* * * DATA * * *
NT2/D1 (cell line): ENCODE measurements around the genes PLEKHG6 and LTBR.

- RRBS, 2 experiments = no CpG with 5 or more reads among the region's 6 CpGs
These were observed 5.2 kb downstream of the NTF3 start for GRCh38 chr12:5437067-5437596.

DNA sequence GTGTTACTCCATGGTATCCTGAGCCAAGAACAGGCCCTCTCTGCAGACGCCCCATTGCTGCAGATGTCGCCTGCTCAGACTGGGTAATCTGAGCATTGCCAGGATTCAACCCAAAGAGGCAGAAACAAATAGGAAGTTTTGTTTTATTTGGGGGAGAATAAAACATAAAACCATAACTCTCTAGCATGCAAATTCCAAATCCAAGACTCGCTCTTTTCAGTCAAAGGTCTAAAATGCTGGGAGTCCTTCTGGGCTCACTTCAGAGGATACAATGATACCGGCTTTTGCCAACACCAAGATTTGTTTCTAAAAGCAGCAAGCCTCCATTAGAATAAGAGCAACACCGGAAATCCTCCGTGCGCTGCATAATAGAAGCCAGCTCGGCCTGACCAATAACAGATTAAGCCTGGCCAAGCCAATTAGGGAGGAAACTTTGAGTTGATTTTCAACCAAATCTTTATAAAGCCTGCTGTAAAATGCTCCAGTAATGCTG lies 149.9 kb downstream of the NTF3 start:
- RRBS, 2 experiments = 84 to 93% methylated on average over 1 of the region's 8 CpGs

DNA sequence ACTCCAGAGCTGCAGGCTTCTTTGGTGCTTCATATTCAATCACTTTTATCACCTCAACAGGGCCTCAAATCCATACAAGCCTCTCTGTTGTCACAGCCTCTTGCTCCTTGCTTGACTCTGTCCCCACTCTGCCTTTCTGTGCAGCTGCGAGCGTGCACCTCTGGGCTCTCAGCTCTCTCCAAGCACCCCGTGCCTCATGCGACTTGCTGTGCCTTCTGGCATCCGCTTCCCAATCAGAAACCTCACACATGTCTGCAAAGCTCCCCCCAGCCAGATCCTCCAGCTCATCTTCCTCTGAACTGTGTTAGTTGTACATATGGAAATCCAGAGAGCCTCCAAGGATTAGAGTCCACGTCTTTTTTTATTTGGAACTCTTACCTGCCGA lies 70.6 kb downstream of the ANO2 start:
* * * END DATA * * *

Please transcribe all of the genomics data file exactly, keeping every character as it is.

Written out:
NT2/D1 (cell line): ENCODE measurements around the genes PLEKHG6 and LTBR.

- RRBS, 2 experiments = no CpG with 5 or more reads among the region's 6 CpGs
These were observed 5.2 kb downstream of the NTF3 start for GRCh38 chr12:5437067-5437596.

DNA sequence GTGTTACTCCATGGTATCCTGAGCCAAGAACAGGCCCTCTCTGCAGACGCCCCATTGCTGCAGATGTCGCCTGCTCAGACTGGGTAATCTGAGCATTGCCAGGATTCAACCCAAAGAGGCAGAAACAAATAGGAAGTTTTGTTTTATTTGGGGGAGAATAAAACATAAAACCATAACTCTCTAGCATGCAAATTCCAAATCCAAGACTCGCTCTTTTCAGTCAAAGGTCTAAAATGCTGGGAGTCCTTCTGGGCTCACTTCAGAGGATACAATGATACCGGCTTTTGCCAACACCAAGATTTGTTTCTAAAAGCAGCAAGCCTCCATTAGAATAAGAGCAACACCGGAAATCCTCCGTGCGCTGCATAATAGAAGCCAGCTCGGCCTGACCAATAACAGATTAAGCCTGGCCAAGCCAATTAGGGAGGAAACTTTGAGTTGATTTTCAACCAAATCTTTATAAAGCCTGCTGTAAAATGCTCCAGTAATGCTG lies 149.9 kb downstream of the NTF3 start:
- RRBS, 2 experiments = 84 to 93% methylated on average over 1 of the region's 8 CpGs

DNA sequence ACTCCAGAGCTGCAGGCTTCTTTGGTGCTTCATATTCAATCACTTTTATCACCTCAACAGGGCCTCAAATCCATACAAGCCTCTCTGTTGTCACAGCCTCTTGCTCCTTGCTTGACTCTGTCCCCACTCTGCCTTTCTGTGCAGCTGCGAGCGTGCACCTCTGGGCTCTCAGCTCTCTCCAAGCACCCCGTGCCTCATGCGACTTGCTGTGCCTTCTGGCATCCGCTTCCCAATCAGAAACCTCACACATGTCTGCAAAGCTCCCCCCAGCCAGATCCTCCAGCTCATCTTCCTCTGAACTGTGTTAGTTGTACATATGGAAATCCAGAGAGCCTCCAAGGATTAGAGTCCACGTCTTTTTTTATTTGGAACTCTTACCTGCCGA lies 70.6 kb downstream of the ANO2 start: